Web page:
Wrestling Fun

A collection of articles for men and women who like wrestling with the opposite sex for fun, health and enjoyment.

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This site contains most of the contents of a magazine called HEW which ran to seven issues before closing. The following was taken from all the editorials that appeared.

I must say that all the people who have corresponded with me over the period that I have been setting up the project have been kind, helpful and appreciative. Despite what many may believe, HEW enthusiasts do not have horns or three heads etc. They are ordinary people, many of whom are undoubtedly better citizens of the world than conventional folk. You have only to read through the interests of the people placing the contact advertisements we received when we ran a dating service in the printed issue to confirm this. Provided that they take sensible precautions to start with, women wanting an understanding man with whom to share the joys of HEW should have had no fear in placing their listings with us.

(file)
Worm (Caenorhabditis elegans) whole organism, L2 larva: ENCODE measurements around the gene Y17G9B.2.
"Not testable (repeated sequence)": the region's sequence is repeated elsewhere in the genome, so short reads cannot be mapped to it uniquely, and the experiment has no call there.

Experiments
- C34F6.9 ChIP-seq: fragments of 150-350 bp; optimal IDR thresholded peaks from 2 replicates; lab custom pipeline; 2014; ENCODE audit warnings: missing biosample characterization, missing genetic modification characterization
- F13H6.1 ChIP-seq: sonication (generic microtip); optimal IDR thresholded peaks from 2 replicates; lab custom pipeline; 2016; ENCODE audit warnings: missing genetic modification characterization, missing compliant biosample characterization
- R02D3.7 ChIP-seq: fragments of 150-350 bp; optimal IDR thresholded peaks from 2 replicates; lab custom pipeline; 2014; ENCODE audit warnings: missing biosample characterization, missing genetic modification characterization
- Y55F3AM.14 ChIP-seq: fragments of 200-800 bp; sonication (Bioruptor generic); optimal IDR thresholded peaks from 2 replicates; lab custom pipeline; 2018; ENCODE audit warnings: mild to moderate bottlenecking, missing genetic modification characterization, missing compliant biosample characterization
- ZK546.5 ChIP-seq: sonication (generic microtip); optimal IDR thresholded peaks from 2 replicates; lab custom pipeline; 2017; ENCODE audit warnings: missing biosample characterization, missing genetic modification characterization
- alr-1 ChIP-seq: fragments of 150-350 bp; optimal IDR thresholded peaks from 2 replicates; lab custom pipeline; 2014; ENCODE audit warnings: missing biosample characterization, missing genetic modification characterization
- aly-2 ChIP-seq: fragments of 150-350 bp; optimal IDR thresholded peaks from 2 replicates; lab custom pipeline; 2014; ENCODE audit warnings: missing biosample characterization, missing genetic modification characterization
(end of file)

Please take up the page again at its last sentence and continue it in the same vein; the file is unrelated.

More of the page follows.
HEW is not about hurting people, it is about the ultimate in pleasure. If you want to hurt people, then collect Poll Tax, or join a dictator's army or something like that. We are not right for you.

Women's Judo made its appearance for the first time in the Olympics in 1993. Several bouts were televised during the late evening sessions on BBC1. Instead of a contest of all throws and no holds, there were several holds similar to wrestling moves. If Judo is to become a television spectator sport, though, the contestants will have to wear different colour costumes to make the action easier to follow. Ron Farrar (Ace Sports Promotions) wrote that it is the closest sport to pro-wrestling. The amateur and Greco-Roman wrestling seen at the Olympic Games bears little or no resemblance to pro-style.

Also, as Judo is supposed to be a game of skill and not strength, maybe one day there will be mixed bouts arranged as an "establishment" sport.

However after a short while the future of HEW became a problem. We seemed to attract very few females. Maybe the stance of the newsletter was too male orientated. The explicit clinical approach may be a turn-off for females who do send in for details. Therefore I toned down the wording in the introductory sheets. The other problem was that the flow of articles is too slow for a regular newsletter, so we had to publish as and when material is present.

Click here for the full text of the editorial in the printed version. Do bear in mind that the introduction service mentioned therein no longer exists.